IDAHO FALLS, Idaho — Officials at Anheuser-Busch have set a goal of including 100 percent of their U.S. barley growers in a corporate sustainability program, called SmartBarley, by 2025.

Already, nearly 80 percent of the grower base participates in the voluntary sustainability program, which surveys growers about their production methods, irrigation usage, agronomic inputs and yields.

The company provides growers with anonymous data comparing their practices to others in the region, and throughout the world, hoping growers will implement the best practices to improve efficiency.

The program already includes 525 U.S. participants, and 4,500 participants worldwide. Company officials declined to say if they would ever mandate participation to reach their goal.

Idaho is the nation’s top barley-producing state, with an estimated 530,000 planted acres this season.

During a July 13 Grower Days event at its Idaho Falls malt plant, Anheuser-Busch celebrated 50 years of working with Idaho growers.

“Almost half of the beer we deliver to consumers (in North America) is dependent on barley grown in Idaho,” said Dave Taylor, an Anheuser-Busch brewmaster and vice president of supply. “Our partnership is essential to us, and we are the biggest buyer of barley in Idaho.”

The event included a SmartBarley booth, where staff showed growers a cluster chart on nitrogen application rates. They explained they’ll likely contact growers represented by a few outlying dots who appear to be overapplying fertilizer.

“It gives us a good comparison on where to benchmark what we could be doing and what others are doing,” said Hamer, Idaho, grower Justin Place. “We all need to be looking at a way to conserve and maintain our quality of what we’re doing, using less fertilizer and inputs of water.”

In addition to SmartBarley, the company is helping growers improve sustainability through development of new barley varieties, crop-management trials, funding AgriMet weather stations to provide farm-specific evapotranspiration data and research into new pivot irrigation technology designed to conserve water and power.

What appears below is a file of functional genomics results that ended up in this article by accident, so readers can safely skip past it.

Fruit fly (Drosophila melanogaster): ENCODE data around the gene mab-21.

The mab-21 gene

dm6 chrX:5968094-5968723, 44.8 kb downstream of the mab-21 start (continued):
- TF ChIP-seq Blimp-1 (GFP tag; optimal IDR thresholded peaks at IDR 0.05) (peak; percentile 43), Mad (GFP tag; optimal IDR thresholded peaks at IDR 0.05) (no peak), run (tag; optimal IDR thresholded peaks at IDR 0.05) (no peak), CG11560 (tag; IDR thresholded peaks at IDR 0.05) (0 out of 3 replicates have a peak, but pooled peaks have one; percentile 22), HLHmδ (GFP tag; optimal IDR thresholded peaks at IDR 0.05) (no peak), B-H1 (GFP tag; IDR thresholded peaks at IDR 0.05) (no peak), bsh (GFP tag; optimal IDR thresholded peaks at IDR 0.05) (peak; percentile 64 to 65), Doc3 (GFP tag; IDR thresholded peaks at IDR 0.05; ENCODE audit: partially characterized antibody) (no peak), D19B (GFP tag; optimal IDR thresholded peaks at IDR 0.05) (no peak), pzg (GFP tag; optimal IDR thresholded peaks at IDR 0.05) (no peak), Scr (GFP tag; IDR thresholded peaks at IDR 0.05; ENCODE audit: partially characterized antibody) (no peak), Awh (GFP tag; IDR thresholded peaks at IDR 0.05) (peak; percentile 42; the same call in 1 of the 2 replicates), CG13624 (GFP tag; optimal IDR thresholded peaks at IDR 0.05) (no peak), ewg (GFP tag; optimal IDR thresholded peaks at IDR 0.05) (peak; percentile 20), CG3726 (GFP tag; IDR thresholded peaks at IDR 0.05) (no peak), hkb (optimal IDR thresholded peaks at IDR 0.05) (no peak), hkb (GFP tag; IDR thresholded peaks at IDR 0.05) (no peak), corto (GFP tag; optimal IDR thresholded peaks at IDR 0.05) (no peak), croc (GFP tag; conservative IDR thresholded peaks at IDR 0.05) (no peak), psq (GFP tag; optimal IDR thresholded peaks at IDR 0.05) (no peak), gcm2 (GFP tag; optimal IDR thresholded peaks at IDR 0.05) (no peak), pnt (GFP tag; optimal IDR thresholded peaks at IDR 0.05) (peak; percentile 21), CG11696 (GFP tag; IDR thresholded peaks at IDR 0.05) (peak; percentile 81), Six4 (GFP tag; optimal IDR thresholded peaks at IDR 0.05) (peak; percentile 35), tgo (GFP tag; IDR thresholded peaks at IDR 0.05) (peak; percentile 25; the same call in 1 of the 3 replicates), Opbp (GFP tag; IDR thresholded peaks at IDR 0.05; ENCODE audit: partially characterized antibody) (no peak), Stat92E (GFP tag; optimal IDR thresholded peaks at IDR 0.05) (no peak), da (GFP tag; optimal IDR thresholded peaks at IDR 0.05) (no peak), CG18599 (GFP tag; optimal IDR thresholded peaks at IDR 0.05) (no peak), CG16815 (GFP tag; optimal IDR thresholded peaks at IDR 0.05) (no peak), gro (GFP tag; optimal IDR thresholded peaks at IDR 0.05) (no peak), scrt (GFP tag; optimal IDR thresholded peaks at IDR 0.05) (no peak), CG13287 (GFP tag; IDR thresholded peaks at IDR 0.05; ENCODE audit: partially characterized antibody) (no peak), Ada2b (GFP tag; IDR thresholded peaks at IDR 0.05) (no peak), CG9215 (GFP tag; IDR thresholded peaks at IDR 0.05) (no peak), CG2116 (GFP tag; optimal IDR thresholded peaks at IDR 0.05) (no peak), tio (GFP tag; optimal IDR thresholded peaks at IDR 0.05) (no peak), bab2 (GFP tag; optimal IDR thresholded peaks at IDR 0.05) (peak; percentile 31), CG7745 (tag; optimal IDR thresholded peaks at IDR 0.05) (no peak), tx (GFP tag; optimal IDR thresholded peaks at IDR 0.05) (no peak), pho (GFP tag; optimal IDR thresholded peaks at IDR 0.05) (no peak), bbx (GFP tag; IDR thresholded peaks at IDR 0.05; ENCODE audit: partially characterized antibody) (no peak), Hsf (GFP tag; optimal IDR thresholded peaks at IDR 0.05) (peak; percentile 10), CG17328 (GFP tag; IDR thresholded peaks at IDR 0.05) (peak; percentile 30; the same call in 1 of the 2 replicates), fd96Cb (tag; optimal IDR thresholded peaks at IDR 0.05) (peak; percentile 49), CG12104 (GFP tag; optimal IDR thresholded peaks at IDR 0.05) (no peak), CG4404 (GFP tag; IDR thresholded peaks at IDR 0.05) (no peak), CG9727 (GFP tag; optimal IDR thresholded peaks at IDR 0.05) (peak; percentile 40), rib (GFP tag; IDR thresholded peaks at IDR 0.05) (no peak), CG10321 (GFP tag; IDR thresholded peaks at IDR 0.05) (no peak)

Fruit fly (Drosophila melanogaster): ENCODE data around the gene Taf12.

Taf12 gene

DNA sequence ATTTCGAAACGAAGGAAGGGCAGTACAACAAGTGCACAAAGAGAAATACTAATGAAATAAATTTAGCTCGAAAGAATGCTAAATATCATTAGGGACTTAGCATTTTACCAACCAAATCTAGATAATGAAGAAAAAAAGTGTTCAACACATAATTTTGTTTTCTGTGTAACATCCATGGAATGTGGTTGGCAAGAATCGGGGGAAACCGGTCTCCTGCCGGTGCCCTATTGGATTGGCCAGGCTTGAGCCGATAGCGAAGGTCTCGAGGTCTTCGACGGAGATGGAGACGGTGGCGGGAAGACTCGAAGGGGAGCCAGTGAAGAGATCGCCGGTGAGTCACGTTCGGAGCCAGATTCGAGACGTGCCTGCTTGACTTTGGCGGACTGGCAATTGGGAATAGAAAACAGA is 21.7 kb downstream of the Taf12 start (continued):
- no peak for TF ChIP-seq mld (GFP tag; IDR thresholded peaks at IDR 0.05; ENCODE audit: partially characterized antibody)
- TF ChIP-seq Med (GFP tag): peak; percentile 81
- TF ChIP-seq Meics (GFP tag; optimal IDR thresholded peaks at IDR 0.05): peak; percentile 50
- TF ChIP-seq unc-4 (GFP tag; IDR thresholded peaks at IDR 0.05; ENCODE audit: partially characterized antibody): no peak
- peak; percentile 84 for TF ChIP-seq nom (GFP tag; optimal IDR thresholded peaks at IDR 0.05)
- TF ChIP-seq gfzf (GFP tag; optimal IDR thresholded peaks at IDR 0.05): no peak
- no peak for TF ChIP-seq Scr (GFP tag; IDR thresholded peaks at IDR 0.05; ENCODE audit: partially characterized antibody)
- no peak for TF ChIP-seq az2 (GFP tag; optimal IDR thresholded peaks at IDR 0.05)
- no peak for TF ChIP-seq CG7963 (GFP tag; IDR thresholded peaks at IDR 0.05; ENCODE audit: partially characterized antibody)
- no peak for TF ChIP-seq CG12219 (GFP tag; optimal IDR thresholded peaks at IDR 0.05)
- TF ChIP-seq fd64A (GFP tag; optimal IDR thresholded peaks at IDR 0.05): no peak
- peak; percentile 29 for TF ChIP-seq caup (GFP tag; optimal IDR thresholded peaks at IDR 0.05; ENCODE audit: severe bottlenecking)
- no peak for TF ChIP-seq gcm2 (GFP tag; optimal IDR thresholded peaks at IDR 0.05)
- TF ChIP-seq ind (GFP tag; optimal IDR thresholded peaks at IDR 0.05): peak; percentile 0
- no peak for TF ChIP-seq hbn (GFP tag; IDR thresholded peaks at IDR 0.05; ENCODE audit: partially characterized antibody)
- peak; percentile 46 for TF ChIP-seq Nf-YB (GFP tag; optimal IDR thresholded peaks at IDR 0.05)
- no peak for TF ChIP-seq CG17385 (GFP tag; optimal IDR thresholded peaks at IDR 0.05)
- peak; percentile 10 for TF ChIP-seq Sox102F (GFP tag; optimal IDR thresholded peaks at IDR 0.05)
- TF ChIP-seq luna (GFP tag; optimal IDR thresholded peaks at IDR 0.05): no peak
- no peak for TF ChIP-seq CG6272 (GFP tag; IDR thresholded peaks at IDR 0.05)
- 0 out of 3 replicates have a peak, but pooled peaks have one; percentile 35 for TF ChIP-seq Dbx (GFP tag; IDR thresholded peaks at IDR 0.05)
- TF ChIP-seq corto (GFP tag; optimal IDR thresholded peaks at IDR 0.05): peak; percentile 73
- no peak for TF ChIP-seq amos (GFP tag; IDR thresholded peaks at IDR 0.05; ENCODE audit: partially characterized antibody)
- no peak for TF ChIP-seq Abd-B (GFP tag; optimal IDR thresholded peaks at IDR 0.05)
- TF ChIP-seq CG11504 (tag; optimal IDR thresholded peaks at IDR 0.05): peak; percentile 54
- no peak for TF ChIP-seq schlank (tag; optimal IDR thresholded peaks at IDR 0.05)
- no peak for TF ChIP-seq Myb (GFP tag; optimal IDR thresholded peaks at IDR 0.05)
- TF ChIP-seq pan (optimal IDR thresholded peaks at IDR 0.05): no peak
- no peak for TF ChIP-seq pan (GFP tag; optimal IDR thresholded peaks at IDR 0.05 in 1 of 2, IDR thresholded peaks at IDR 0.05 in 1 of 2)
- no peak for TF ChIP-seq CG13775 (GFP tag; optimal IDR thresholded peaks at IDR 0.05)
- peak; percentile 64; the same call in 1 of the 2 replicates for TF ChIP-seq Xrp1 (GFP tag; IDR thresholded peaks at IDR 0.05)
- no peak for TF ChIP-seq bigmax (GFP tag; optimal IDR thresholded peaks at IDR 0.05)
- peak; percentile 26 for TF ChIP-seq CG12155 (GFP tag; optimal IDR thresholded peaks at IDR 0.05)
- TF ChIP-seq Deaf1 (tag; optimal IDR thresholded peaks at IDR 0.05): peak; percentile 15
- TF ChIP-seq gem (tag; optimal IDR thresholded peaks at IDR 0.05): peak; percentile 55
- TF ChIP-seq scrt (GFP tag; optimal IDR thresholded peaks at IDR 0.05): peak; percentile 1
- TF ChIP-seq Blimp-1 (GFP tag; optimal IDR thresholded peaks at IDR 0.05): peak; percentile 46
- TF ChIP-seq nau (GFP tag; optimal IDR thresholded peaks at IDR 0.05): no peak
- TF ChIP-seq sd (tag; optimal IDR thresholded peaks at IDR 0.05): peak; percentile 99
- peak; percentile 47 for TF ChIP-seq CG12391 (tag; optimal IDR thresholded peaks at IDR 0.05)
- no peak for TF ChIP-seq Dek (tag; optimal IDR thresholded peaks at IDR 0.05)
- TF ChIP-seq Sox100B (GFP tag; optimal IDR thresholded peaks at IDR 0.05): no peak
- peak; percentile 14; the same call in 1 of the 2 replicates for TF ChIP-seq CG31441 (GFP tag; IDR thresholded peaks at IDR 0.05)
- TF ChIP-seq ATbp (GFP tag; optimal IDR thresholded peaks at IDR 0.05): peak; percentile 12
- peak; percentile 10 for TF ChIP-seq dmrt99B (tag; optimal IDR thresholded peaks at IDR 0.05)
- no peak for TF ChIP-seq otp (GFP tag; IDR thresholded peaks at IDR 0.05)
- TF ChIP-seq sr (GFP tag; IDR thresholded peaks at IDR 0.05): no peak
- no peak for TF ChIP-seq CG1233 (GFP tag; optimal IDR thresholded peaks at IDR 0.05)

The company recently updated its overall sustainability goals ­— covering its own operations and its entire supply chain through 2025.

In addition to its grower program, the company is working to improve water stewardship, reduce energy use and emissions and to boost the amount of reused and recycled material in manufacturing and packing.

“Every time we’ve launched sustainability goals, we’ve achieved them much sooner than our original timeframe,” said Ingrid De Ryck, vice president of procurement and sustainability for Anheuser-Busch. “The difference now is we’ve raised the bar significantly. We’re going wider.”

The company, which reduced its water use by 38 percent during the past decade, aims to conserve another 9 percent by 2025. At its Idaho Falls malt plant, John Drake, director of western malting operations, explained the company is investigating a plan to reuse a million gallons of wastewater per day, or to clean it and inject it into the aquifer to boost groundwater levels.

The company aims to cut carbon emissions by a quarter throughout its value chain — including its grower base. Toward that end, the company has ordered 40 Tesla electric trucks and recently announced the purchase of 800 hydrogen trucks, hoping to pilot the zero-emissions fleet by next year.

All of its packaging should soon be made from majority recycled or returnable materials.

In May, the company added a logo to cans acknowledging its goal of using 100 percent renewable electricity. Anheuser-Busch recently covered half of its power goal by opening an Oklahoma wind farm.

Anheuser-Busch also has a global breeding program to release more sustainable barley varieties, producing about 1,300 experimental lines per year.

Gary Hanning, director of the company’s global barley research program, said the company has an experimental line close to release that should give growers a hardy new winter barley that uses a quarter less water and is suited for a broader area of Idaho. Hanning said Anheuser-Busch is also evaluating an Oregon State University winter barley, called Thunder.

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